Ecological analyses of the associations between injury risk and socioeconomic status, geography and Aboriginal ethnicity in British Columbia, Canada George, M. A; Brussoni, Mariana; Jin, A.; Lalonde, C. E; McCormick, R.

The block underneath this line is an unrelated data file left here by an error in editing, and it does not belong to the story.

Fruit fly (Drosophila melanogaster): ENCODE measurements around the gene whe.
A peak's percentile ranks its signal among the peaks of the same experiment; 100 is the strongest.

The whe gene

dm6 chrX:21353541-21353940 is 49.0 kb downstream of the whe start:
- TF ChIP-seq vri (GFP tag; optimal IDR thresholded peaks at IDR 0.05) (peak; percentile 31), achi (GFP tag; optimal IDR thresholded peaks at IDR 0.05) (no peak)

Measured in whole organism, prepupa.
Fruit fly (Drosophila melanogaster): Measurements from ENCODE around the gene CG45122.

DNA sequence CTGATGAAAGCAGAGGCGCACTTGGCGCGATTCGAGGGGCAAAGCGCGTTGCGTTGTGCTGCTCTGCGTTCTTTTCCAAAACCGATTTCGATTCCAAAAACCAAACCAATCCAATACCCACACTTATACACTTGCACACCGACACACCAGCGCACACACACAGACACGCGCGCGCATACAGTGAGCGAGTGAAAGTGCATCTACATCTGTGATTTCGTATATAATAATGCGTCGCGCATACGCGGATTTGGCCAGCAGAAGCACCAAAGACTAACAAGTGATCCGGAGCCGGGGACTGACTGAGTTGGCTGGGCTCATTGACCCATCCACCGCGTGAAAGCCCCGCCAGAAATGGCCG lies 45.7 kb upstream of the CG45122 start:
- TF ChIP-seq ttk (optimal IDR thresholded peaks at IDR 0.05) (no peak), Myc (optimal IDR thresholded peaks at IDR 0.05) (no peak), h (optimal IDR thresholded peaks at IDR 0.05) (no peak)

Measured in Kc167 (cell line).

Background: The current study examines what factors contribute to higher injury risk among Aboriginal peoples, compared to the total British Columbia (BC) population. We explore socioeconomic, geographic, and cultural factors, and combinations of these factors, that contribute to increased injury risk for Aboriginal peoples. This follows from our previously reported findings of improvements in injury risk over time for both the total and Aboriginal populations. Data and methods: We use provincial population-based linked health care databases of hospital discharge records. We identify three population groups: total BC population, and Aboriginal populations living off-reserve, or on-reserve. For each group we calculate age and gender-standardized relative risks (SRR) of injury-related hospitalization, relative to the total population of BC, for two 5-year time periods (1999–2003, and 2004–2008). We use custom data from the 2001 and 2006 long-form Censuses that described income, education, employment, housing conditions, proportion of urban dwellers, proportion of rural dwellers, and prevalence of Aboriginal ethnicity. We use multivariable linear regression to examine the associations between the census characteristics and SRR of injury. Results: The best-fitting model was an excellent fit (R2 = 0.905, p
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